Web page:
Linked to the issue of 'the guardian' many laws are breached and the Saudi woman is exposed to exploitation, blackmailing, plagiarism, violence, preventing her from getting married, and more, in addition to the humiliations a woman feels when demanding a male mahram to consent to her vital needs in order for the state to recognize them. This relationship holds many contradictions which will be clarified in details in the full report and briefly below:
Article 2
In answering the query about how far in practice there was an implementation of equality between men and women, it is sufficient to say that the status quo is a continuous discrimination against women practiced not only by society but by the whole government's institutions and employees. There is no sign of an attempt to stop that, prevent it or punish the perpetrators. According to our knowledge, there is no legal text that punishes a person who discriminates against women. Discrimination is part of the general system, regulations and some explanatory legal circulations.
There are absolute NOT Do's for women, and there are other NOT Do's except with a mahram that could clarify the general situation. Here are some examples only:

1. Absolute prohibitions:

• Not allowed in all the government's departments including the administration of women's education, and public institutions such as the Department of Social Insurance. Accordingly women's access to recourses is limited and some times denied the right, or abused by men who provide such services.

• Not allowed to issue an official document that combines the mother's identity information with her children's.

• Not allowed to drive a car.

• Not allowed into many shops and public service stores such as video shops, music shops, children's barber shops, travel agencies, or foreign labor recruitment offices (such as drivers).

• Not allowed to ride any game while accompanying a child in a public place such as a Mall.

• Not allowed to ride any boats in public parks.

• Not allowed to use gym rooms in hotels nor having designated hours.

• Not allowed into any sport clubs (all male), sport halls, or attend sport games.
2. Prohibited except with a Mahram or guardian:

• Not allowed to schools, universities, postgraduate studies except with permission from a guardian.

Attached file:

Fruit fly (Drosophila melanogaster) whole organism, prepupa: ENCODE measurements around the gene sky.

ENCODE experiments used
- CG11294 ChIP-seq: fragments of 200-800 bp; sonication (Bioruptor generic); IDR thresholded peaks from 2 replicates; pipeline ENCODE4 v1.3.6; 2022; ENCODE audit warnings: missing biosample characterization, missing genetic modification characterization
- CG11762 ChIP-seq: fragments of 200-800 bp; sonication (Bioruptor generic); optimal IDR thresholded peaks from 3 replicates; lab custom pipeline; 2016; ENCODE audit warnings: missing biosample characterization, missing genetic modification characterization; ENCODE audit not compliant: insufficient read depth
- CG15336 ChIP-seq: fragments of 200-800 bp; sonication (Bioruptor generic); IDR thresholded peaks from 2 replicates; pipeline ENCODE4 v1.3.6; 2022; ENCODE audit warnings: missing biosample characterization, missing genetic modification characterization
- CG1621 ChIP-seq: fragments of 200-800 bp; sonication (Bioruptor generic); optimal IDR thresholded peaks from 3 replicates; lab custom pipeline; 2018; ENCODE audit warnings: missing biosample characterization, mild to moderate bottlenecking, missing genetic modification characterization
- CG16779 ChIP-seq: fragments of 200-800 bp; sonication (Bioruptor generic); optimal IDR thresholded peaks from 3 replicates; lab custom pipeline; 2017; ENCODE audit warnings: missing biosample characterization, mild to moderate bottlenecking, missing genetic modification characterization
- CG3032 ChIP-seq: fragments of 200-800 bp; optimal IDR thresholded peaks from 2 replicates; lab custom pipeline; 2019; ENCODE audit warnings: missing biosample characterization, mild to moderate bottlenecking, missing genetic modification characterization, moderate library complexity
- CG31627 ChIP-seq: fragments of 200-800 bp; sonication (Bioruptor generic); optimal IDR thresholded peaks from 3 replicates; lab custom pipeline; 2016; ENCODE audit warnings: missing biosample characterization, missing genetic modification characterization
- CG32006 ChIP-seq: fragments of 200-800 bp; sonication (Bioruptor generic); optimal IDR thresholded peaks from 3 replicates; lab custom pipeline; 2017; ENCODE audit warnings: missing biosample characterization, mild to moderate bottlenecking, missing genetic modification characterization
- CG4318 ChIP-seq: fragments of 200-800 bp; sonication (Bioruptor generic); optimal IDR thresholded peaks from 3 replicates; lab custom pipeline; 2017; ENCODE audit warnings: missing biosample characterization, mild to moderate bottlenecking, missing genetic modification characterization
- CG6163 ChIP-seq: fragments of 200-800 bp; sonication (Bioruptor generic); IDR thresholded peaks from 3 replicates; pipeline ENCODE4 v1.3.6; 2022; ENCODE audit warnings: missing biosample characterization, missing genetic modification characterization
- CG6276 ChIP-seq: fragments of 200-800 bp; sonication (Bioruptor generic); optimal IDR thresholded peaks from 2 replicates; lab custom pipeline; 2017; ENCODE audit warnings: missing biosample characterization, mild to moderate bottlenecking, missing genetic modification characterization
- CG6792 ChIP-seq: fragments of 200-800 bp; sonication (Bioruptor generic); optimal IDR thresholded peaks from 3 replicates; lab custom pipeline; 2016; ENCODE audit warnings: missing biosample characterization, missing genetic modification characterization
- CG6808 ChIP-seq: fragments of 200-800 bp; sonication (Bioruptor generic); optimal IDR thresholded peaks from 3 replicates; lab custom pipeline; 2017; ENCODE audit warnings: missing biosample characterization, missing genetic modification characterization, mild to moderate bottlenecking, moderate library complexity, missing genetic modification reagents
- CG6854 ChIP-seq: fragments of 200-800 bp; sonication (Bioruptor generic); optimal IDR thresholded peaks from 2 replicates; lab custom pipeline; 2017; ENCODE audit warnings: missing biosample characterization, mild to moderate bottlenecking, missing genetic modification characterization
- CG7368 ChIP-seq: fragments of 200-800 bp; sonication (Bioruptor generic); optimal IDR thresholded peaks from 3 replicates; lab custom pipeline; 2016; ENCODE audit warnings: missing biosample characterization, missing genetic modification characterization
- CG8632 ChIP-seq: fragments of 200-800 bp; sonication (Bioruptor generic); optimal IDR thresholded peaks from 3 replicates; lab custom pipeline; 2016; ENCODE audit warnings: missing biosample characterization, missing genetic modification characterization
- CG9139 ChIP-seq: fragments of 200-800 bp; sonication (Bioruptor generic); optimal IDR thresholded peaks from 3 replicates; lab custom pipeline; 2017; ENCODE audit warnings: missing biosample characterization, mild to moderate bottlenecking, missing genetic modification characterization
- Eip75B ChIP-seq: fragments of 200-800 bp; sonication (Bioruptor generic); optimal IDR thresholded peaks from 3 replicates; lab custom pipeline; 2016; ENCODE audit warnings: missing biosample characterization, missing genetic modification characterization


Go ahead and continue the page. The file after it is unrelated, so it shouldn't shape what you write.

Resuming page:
• Not allowed to travel abroad except with a guardian's permission. If a woman does not have a guardian: a father or a husband or brother, then her SON will be her guardian.

• Not allowed to work except with a guardian's permission.

• Not allowed to take a car that she owns out of the country unless she has a permission of the minister of interior or the governor.


• Not allowed into restaurants or caf├ęs except with a mahram.

• Not allowed to stay in hotels or furnished flats without a mahram.

• Religious discrimination occurs in the two Holy Mosques. In Makkah's Holy Mosque women's share of the main space surrounding the Kaaba, which is the holiest place, is about one seventh of the inner circle of the mosque (the circumambulation area), the remaining area is open to men's prayers only.

• In Madina's Holy Mosque, women are not allowed to reach the Rawdah al Sharifah (the holiest part of the mosque) except for a small part of it, a few hours a day, whereas it is open for men the whole time and the remaining area of the Rawdah.

• Not allowed to have an operation without the consent of a guardian, especially when it is a gynaecological operation.

• Not allowed to enter a hospital for delivery except with a guardian's approval, nor she can be discharged from hospital or prison without a male guardian's signature.

• Not allowed to register her baby's birth notification. Who can register it is only the father, or a male relative over 17 years old.

• According to the regulations of the Saudi Arabian Monetary Agency (SAMA), a woman is not allowed to open a bank account in the name of her son or daughter except with the father's consent, nor is she allowed to carry any transactions on her child's behalf even if it is she who is depositing money in it.